2. The meaning/question of "really choosing" is to bring awareness on whether the act of choosing actually happens (i.e. is it "real"), or is it merely just an illusion (i.e. "not real") that we humans have been deluded into believing.
Thomyum2 wrote:My understanding of the 'conventional everyday use of "choose" is to make a selection from or decide upon one among multiple possible alternatives - is that fair?
Yes, I think that is a fair understanding.

Thomyum2 wrote:But I'm afraid you haven't answered the second question for me. How could we tell if a choice that was made was 'real' or not? If a person tells us they are choosing something, what criteria could we use to determine if they were 'really' choosing or to demonstrate that they were just experiencing the illusion that they were choosing? What would a 'real' act of choosing look like that would differentiate it from a choosing that is just a belief?
The difference is whether we are "given" our choice, or if we truly did as you say "make a selection from or decide upon one among multiple possible alternatives". To select or decide anything requires thought (decision making). And if we can't choose the thoughts that are used in decision making, then did we really decide anything?

For example, if the thoughts in decision making are "given" to us, then we certainly did not really "choose" them, …right? And if we are given the thoughts to select item A as opposed to item B, or item C, then did we "really choose" item A? …or was this choice "given" to us (by the thoughts that we never chose!)?

If we don't choose the thoughts that we use in choosing, then we don't really choose anything!


*****************
Alan Masterman wrote:...the institution of marriage is no longer making your decisions for you.
In actuality/reality, none of us can logically make our own decisions. ...they are always "given" to us.
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Re: Do we really choose anything?

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RJG wrote: January 13th, 2022, 8:46 am If free-will is the ability to choose, then free-will is logically impossible.
...except that we have it. To put it another way, we have the sense impression that we have it.

You can't have it both ways. Information used to build our models of the world seems to come to us through sense impressions (unless maybe you want to consider a truly divine inspiration or some such thing). So, if I have a sense impression that I choose to have coffee instead of beer or milk, why is this impression subject to being labelled an illusion, while the impression that I see cause and effect is carved in stone? Why is the model of free will (that works well within my mind) up for grabs while the model of cause and effect (which seems to work well outside my mind) is unassailable?

It seems clear enough that neither model perfectly matches reality, which includes my mind and whatever else is outside it. It also seems clear that I don't live in a model that people created, but in actual messy reality. It is very unlikely, rounding down to impossible, that finite and imperfect people could create a model that perfectly matched reality. We should prefer to say both models are wrong.
"If determinism holds, then past events have conspired to cause me to hold this view--it is out of my control. Either I am right about free will, or it is not my fault that I am wrong."
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Thomyum2
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Re: Do we really choose anything?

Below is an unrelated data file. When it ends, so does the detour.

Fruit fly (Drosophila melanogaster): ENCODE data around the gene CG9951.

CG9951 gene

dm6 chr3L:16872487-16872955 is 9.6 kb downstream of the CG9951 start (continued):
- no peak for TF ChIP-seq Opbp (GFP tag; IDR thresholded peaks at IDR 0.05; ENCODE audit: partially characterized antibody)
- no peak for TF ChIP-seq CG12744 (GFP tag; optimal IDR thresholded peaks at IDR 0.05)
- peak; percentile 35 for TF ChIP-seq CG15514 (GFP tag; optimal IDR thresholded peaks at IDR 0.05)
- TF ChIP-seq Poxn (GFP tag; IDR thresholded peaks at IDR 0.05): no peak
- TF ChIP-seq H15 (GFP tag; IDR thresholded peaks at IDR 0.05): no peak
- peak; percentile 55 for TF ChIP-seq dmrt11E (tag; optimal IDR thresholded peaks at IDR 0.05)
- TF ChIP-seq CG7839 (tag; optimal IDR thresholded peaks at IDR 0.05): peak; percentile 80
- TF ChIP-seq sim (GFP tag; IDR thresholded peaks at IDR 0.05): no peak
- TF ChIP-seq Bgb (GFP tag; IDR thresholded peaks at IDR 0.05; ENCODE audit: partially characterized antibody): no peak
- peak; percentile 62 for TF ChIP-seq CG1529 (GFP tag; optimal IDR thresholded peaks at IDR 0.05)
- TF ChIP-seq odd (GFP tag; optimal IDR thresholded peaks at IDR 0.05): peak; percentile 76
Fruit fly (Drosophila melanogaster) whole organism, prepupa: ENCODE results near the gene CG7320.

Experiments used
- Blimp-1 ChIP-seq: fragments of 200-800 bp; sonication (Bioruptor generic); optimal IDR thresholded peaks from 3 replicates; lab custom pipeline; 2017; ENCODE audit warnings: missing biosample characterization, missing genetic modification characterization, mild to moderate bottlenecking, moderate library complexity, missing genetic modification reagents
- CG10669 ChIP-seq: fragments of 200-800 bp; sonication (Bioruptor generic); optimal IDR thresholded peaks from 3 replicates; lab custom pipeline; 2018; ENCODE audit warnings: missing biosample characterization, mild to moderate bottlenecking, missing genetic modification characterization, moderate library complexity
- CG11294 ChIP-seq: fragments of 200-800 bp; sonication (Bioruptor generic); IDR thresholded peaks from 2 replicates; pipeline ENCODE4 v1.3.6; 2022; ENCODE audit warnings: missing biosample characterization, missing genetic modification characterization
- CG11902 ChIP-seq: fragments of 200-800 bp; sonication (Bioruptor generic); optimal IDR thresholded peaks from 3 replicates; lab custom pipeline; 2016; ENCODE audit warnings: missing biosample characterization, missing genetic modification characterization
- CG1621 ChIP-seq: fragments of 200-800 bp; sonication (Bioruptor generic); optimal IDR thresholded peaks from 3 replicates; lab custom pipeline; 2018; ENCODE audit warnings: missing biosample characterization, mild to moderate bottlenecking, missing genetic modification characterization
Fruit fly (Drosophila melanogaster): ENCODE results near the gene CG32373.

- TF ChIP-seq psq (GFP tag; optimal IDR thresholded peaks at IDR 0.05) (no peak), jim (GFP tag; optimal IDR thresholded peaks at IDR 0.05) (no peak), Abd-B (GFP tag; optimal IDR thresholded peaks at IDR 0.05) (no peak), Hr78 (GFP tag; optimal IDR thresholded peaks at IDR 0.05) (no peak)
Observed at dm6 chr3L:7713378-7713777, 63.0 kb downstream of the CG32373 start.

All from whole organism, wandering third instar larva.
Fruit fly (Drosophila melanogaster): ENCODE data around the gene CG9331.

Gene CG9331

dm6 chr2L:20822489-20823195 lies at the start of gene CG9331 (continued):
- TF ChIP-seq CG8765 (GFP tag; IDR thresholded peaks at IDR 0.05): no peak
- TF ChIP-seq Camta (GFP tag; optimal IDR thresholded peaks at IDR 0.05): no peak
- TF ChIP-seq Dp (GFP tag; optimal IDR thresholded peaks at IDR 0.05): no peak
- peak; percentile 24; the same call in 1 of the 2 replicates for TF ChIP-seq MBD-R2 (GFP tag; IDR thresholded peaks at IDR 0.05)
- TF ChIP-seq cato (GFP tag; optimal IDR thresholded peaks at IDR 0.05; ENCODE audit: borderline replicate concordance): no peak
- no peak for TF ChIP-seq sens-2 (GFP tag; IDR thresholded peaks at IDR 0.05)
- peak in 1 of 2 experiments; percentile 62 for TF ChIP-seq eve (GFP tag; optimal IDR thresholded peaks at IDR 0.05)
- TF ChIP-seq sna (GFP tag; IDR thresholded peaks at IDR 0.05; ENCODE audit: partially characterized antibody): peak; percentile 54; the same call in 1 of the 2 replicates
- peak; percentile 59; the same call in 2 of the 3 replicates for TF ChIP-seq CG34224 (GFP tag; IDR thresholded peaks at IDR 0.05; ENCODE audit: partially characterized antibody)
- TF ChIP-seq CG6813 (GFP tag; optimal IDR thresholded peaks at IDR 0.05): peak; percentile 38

Post by Thomyum2 »

RJG wrote: January 13th, 2022, 6:33 pm
Thomyum2 wrote:But I'm afraid you haven't answered the second question for me. How could we tell if a choice that was made was 'real' or not? If a person tells us they are choosing something, what criteria could we use to determine if they were 'really' choosing or to demonstrate that they were just experiencing the illusion that they were choosing? What would a 'real' act of choosing look like that would differentiate it from a choosing that is just a belief?
The difference is whether we are "given" our choice, or if we truly did as you say "make a selection from or decide upon one among multiple possible alternatives".
Well, you still haven't answered the question for me, you've just substituted new wording here by saying 'we are "given" our choice' for your original wording that a choice is "not real" or is "just an illusion". I'm asking what is the objective difference between these two. Normally we differentiate between something that is real and something that is not real by some concrete means of demonstration. For example, a magician makes a card disappear - we know this is an illusion because we can learn the method by which the magician accomplishes this whereby the card did not actually disappear but just appeared to because of the technique that was used. So how would we determine whether a person who claims to be making a choice is really doing it or not? In what way would a 'real' choice show itself that an 'unreal' choice would not?

RJG wrote: January 13th, 2022, 6:33 pm To select or decide anything requires thought (decision making). And if we can't choose the thoughts that are used in decision making, then did we really decide anything?

For example, if the thoughts in decision making are "given" to us, then we certainly did not really "choose" them, …right? And if we are given the thoughts to select item A as opposed to item B, or item C, then did we "really choose" item A? …or was this choice "given" to us (by the thoughts that we never chose!)?

If we don't choose the thoughts that we use in choosing, then we don't really choose anything!
I don't agree that thoughts are required in order to choose. Thinking and choosing are two different things and neither depends on the other. By the definition that you agreed with, that a choice is a selection made when multiple possible options are available - thoughts aren't any part of this definition. There are certainly examples to be found of people making choices without thought. Animals choose without thoughts. Even inanimate objects incapable of thought can be said to choose: water selects the path of least resistance, even if other paths are available to it, no? What makes these choices not 'real'?
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Re: Do we really choose anything?

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RJG wrote: January 13th, 2022, 6:33 pm